Education 2018-03-22

Turning the Dream of Edueconomy into a Reality

The primary focus should be transforming our teaching styles, our curriculum, and our support systems ensuring, that these children get to walk through the school gates.

By Feature Writer
Turning the Dream of Edueconomy into a Reality

Edueconomy implies finding the real purpose of providing Education in our economy and integrating educational system with our student outcomes and employers needs.

We all consider education as the means of nurturing our greatest abilities, because in each of us there is a concealed dream which, fulfilled, can be translated into benefit for everyone and greater strength for the country.

With the mushrooming of international and private schools, it may seem that the education system of India is healthy. In reality, only 29% of children are sent to the private schools, while the remaining head of the government or state-funded education. So, to check the reality of Indian education system it is better to look beyond the gates of government schools in the country.

Altering the Face of Teachers

The real picture of Indian government schools can only be altered when the government takes a call not only with fancy names like ‘Teach India’ but literally going to rural areas and ensuring the education is catered at its best to children.

Rural education and education for the underprivileged is a serious concern for the government and alongside the individuals as well. The industry demands quick action in terms of providing the right education to the most neglected sector, the rural. Maybe that is the only way they can get out of poverty. 

Experts Speak

Commenting on how to get education and the economy working together more effectively, Anil Shahasrabudhe, Chairman, AICTE said,” Students should be given the right interpretation in the classrooms. And as we all are aware of, disruption is all set to embark with flying colours through new platforms that are coming worldwide.”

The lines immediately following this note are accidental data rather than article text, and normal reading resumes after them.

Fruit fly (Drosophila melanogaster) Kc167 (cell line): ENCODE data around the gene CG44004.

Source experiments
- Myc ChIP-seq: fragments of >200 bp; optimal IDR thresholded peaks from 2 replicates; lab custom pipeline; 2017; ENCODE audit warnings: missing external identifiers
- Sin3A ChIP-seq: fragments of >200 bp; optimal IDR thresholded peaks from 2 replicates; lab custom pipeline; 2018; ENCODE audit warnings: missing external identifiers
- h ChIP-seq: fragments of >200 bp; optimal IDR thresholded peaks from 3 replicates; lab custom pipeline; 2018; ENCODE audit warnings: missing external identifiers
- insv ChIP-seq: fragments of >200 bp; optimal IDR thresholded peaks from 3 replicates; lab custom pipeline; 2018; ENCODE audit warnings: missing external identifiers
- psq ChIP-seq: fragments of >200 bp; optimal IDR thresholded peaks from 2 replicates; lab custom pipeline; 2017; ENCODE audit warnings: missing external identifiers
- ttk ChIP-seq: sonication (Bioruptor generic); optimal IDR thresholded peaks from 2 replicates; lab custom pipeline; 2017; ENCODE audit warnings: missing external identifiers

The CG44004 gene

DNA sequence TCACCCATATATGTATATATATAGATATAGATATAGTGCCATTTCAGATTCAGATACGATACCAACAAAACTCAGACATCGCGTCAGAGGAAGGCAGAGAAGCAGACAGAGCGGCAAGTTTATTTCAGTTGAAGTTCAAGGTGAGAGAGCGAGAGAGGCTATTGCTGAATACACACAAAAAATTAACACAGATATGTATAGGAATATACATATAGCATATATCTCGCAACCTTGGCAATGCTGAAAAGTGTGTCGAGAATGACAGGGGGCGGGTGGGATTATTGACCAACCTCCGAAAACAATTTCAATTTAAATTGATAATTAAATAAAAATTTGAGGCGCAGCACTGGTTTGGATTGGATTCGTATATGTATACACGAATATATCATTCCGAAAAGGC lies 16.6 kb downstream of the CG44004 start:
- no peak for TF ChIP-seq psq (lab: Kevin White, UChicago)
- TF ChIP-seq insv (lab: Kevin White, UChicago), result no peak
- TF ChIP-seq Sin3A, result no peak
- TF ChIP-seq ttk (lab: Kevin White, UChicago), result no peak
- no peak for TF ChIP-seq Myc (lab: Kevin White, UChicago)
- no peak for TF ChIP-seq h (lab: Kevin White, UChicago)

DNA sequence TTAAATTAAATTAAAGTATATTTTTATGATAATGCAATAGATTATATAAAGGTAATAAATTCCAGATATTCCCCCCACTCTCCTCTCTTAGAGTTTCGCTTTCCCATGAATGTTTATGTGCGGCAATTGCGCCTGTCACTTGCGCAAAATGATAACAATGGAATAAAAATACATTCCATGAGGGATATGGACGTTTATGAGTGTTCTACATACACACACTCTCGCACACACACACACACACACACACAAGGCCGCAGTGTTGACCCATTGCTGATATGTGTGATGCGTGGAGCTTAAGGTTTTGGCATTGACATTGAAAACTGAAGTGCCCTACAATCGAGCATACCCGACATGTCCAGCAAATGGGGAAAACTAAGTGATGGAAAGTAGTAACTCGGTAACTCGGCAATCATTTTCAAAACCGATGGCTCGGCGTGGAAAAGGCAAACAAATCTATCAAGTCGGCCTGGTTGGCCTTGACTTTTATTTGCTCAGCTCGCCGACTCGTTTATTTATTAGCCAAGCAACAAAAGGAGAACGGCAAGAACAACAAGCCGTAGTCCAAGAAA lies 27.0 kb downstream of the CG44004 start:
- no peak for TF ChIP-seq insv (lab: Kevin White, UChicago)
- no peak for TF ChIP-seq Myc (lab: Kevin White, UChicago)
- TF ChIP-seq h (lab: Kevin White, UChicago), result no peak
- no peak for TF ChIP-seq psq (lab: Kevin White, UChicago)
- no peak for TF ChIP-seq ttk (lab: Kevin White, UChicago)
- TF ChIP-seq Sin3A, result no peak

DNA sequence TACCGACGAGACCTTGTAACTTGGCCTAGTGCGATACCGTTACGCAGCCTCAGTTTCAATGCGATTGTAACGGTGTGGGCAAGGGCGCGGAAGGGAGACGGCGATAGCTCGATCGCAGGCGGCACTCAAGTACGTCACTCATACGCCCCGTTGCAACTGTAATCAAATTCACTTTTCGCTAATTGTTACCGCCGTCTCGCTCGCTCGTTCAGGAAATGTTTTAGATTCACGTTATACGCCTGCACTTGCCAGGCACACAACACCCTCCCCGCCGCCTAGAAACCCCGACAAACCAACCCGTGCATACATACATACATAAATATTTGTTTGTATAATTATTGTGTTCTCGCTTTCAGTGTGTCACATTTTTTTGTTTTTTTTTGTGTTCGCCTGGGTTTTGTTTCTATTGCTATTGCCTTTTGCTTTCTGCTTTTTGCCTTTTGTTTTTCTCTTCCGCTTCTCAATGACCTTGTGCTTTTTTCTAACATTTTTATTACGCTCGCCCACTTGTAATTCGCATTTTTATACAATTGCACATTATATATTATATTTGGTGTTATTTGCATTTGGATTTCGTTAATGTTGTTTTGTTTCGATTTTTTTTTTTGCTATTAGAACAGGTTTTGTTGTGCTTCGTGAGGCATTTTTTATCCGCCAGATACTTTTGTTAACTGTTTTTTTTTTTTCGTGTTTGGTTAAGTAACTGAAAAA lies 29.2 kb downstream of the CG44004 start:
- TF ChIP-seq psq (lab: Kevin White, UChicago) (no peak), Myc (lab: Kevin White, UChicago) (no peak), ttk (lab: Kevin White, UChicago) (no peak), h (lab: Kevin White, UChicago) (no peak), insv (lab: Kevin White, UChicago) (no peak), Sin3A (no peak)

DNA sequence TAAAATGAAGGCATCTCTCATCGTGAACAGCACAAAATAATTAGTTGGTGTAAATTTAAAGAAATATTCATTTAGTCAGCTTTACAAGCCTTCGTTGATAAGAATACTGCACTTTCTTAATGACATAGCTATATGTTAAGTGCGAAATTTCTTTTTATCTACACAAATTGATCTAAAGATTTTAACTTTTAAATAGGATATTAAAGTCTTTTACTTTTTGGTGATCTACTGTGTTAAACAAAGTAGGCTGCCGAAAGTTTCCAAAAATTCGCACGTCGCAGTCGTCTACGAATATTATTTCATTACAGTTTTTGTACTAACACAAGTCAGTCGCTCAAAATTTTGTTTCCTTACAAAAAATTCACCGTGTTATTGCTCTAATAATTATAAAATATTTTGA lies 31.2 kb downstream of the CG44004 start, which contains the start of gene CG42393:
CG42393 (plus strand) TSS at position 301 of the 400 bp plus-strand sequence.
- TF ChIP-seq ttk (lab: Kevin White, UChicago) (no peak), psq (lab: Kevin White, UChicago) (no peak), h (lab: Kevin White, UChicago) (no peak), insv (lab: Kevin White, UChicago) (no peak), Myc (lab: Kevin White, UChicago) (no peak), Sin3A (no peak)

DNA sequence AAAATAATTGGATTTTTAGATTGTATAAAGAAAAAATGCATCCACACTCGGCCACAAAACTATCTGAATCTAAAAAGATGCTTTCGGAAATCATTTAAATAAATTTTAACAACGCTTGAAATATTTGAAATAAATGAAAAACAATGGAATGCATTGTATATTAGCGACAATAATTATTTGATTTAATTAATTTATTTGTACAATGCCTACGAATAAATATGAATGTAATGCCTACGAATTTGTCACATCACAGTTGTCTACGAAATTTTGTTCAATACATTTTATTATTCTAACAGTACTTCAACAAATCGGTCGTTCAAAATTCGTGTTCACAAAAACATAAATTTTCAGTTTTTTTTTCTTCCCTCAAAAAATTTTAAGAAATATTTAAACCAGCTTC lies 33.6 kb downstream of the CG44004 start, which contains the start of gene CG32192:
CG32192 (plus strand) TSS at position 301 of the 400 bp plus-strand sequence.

“The curriculum has to be designed in such a manner that there is an innovative spirit, embedded into it”, said the Chairman.

Atishi Marlena, Advisor to the Deputy CM of New Delhi, said,” We need disruption in how we are going to provide high-quality education to every child in this country. In my opinion, the problem is that it is only reaching maybe 5% of the students. We really need some disruptive innovations and ideas on how every child in the country can access to high quality, irrespective of their ability to pay.”

Marlena added, “Our primary focus should be transforming our teaching styles, our curriculum, and our support systems ensuring, that these children get to walk through the school gates.”

Improving government schools was the only complex problem that the government is facing. To which Marlena responded,” For bringing these key changes, the government doubled its education budget, at first. Of course, there are financial investments that the government needs to make. The Delhi government invests 25% of its budget on education

OSD to the Hon’ble Minister of State for Human Resource Development, DPS Rajesh is of the opinion that, "The rural population has been underprivileged, is underprivileged and will remain so if the government is not pro active. There has to be a pro active intervention because the Education itself is in the concrete list. They can deny the policy and they can just curtail to the extent that is suitable. One education pattern of a particular state may not be suitable to the other state. It is important that the government should put its maximum efforts wherever it is possible.”

It’s incumbent upon all the leaders in our country–education, business, and government alike–to turn Edueconomy dream into a reality.


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